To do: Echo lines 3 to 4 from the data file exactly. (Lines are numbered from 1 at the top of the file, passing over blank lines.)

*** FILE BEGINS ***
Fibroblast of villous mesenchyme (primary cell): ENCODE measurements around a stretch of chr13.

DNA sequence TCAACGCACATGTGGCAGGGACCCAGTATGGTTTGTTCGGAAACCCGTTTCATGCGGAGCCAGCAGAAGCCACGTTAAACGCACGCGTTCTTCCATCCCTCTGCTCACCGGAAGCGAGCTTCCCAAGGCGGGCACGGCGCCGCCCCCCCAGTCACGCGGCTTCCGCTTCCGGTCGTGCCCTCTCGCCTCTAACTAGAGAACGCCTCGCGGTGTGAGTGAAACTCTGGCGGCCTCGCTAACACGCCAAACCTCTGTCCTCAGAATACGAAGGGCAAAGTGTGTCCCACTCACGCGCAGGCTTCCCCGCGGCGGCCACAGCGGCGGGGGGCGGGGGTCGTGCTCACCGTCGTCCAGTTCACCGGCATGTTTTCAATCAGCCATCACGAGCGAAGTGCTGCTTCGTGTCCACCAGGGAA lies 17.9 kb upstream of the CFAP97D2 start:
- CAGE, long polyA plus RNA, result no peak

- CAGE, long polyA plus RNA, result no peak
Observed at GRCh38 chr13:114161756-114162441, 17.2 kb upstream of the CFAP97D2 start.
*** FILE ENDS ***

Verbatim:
- CAGE, long polyA plus RNA, result no peak

- CAGE, long polyA plus RNA, result no peak